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11 October 2021 Identification and Prevalence of a Gammaherpesvirus in Free-Ranging Northern Brown Bandicoots (Isoodon macrourus)
Charlotte Langhorne, Jennifer Sullivan, Julia Hoy, Steven Kopp, Peter Murray, Lee McMichael
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Abstract

Herpesviruses have been reported in several Australian marsupial species, with an overt, sometimes fatal disease described in macropods. Our study identifies a gammaherpesvirus in northern brown bandicoots (Isoodon macrourus) and provides virus prevalence data for bandicoots in southeast Queensland, Australia. Herpesvirus DNA was detected using pan-Herpesviridae family primers in a nested PCR format. Samples from 35 northern brown bandicoots were screened, including whole blood (n=29), oropharyngeal swabs (n=34), urine (n=22), and feces (n=23). Combining all sample types, herpesvirus DNA was detected at a total prevalence of 51% (18/35). Whole blood and oropharyngeal swabs proved to be the optimal samples for detection of this virus, with prevalences of 34% and 38%, respectively. Herpesvirus DNA was detected in 4.5% (1/22) of urine samples and not at all in fecal samples. Detection of herpesvirus was more likely in males than females. Animals were trapped at eight different locations, and at all but one location at least one herpesvirus positive animal was detected. This study indicates a high prevalence of the virus within northern brown bandicoot populations in southeast Queensland. Further research is required to understand the clinical manifestations, if any, of herpesvirus infection in this species and how this may affect populations in the face of stressors such as land clearing and habitat fragmentation.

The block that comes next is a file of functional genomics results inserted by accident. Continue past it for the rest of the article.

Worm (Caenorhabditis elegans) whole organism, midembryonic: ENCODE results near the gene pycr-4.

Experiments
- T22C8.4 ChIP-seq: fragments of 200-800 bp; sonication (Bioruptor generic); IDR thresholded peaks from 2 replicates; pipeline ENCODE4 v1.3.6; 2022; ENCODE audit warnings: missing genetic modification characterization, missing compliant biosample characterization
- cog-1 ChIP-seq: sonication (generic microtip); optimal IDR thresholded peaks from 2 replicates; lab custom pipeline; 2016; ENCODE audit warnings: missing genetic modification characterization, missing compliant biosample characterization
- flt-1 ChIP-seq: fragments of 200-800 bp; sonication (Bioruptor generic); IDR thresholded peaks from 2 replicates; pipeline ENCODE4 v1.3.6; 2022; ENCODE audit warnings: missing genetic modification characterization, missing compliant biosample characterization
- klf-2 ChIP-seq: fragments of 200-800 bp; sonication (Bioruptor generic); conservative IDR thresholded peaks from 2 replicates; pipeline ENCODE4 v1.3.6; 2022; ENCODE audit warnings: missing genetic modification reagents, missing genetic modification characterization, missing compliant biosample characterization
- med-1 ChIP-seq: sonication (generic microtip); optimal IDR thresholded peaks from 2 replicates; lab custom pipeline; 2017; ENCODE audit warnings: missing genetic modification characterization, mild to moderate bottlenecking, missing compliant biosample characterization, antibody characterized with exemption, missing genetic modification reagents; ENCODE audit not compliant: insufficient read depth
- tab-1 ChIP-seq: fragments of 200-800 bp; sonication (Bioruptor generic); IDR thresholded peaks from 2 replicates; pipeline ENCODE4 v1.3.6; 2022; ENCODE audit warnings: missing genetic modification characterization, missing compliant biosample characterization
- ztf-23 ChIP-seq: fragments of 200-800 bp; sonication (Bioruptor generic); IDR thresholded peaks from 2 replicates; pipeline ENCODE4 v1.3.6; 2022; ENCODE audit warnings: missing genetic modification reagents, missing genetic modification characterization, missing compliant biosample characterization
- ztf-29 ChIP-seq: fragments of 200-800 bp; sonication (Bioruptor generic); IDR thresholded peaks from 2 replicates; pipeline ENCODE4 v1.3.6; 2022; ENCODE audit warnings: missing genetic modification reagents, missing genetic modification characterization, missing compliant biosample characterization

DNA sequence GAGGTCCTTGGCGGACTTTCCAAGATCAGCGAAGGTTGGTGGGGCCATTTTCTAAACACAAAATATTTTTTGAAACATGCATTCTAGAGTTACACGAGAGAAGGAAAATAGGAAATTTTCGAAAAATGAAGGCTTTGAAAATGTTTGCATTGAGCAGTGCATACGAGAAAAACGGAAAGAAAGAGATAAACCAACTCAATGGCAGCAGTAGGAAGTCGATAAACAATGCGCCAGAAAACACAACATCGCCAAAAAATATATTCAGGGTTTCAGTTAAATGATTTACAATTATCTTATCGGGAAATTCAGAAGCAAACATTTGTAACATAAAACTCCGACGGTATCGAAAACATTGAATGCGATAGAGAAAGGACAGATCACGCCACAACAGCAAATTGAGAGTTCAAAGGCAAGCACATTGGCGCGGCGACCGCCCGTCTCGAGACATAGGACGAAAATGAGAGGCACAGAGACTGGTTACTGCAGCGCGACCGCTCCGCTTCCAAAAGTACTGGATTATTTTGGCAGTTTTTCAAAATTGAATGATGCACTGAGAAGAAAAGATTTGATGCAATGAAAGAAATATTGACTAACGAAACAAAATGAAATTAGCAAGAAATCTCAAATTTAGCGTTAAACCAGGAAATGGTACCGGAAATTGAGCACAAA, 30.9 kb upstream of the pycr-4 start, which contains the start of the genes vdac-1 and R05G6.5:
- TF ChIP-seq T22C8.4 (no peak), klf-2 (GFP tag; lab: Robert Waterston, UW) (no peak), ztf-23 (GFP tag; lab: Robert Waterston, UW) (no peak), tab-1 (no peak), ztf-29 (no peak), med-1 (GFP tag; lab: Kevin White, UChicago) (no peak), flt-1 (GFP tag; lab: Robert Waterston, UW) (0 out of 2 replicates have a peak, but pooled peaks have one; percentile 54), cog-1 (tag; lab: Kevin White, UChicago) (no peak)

© Wildlife Disease Association 2021
Charlotte Langhorne, Jennifer Sullivan, Julia Hoy, Steven Kopp, Peter Murray, and Lee McMichael "Identification and Prevalence of a Gammaherpesvirus in Free-Ranging Northern Brown Bandicoots (Isoodon macrourus)," Journal of Wildlife Diseases 57(4), 912-916, (11 October 2021). https://doi.org/10.7589/JWD-D-20-00166
Received: 23 September 2020; Accepted: 4 May 2021; Published: 11 October 2021
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